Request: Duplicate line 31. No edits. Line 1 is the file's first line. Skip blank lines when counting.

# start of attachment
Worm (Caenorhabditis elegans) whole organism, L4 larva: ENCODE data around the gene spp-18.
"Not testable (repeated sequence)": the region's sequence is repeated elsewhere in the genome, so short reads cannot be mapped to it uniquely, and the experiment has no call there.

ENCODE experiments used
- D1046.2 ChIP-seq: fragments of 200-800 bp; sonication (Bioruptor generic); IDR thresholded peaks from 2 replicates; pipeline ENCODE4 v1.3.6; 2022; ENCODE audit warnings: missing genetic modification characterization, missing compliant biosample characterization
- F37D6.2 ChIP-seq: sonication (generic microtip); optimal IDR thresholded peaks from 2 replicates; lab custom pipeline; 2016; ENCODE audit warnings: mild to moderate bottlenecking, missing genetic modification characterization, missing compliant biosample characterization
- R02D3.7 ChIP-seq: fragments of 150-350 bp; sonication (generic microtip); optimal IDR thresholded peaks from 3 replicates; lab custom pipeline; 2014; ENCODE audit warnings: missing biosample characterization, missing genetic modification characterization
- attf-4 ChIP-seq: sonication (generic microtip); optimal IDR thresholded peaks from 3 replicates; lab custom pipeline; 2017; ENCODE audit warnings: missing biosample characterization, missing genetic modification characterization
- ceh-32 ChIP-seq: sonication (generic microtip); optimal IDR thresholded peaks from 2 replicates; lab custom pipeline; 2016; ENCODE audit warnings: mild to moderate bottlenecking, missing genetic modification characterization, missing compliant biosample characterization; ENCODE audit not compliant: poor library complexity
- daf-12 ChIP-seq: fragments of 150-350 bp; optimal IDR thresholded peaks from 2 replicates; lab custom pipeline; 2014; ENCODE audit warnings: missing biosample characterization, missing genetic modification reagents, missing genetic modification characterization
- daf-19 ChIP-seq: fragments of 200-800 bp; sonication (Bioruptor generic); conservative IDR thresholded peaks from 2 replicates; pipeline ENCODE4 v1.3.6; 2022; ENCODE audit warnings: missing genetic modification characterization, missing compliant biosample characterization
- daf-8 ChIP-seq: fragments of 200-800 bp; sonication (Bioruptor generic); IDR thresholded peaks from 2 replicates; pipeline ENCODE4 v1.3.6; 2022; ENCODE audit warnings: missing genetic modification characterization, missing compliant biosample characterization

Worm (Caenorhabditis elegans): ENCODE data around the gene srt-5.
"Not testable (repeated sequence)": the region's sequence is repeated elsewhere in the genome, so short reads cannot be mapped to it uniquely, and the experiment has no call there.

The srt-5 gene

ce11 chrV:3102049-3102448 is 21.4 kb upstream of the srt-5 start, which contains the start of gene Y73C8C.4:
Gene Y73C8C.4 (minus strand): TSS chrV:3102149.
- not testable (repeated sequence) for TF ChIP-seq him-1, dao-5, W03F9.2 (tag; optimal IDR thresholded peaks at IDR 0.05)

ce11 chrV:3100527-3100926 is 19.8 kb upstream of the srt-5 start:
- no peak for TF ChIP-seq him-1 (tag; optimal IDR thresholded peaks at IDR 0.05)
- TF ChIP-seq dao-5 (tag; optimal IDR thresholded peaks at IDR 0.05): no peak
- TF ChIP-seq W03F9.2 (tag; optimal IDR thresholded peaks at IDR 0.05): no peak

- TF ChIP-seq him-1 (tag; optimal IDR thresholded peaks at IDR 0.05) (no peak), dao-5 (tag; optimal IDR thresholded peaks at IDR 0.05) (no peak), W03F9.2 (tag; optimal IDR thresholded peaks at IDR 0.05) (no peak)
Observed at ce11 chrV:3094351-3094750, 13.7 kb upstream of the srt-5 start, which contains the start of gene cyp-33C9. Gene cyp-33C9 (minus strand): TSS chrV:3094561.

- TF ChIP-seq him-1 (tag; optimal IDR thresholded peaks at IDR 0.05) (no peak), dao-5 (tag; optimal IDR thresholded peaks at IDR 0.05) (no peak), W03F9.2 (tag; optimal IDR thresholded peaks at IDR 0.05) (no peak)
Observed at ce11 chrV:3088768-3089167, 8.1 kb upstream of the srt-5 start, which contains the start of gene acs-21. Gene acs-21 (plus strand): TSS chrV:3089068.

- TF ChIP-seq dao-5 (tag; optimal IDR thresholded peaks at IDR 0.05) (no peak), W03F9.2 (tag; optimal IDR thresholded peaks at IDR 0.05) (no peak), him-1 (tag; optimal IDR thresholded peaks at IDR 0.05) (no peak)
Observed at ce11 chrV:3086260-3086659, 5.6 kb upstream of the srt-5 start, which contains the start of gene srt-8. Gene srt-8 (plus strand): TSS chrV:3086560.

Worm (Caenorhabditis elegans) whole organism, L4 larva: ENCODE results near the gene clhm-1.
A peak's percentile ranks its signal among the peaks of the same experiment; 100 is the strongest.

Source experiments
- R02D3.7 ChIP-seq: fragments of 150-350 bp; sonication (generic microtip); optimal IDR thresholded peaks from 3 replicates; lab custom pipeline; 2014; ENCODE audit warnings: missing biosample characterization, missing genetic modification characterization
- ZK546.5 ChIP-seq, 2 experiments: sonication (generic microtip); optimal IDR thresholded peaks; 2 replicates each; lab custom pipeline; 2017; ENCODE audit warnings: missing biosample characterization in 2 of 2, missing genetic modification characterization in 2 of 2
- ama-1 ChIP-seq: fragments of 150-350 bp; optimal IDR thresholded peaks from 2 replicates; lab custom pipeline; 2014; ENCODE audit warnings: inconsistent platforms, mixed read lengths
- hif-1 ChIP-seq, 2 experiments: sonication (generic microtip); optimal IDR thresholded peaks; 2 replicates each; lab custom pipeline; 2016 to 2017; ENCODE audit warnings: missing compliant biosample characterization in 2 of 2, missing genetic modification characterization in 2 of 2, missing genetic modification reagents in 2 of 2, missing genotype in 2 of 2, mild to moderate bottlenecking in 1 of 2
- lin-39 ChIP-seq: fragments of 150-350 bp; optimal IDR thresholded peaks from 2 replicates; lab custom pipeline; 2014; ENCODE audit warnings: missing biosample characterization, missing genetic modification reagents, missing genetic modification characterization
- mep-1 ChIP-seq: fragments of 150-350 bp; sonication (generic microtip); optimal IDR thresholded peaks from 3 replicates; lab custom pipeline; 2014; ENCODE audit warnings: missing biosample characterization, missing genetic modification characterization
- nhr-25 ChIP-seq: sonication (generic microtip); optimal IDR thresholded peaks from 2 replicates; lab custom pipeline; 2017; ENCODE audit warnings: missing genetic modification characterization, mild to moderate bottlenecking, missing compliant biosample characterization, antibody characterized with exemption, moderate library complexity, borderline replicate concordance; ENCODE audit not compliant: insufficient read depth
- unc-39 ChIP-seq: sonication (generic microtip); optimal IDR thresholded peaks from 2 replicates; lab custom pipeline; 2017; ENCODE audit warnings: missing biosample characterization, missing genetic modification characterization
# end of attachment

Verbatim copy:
- R02D3.7 ChIP-seq: fragments of 150-350 bp; sonication (generic microtip); optimal IDR thresholded peaks from 3 replicates; lab custom pipeline; 2014; ENCODE audit warnings: missing biosample characterization, missing genetic modification characterization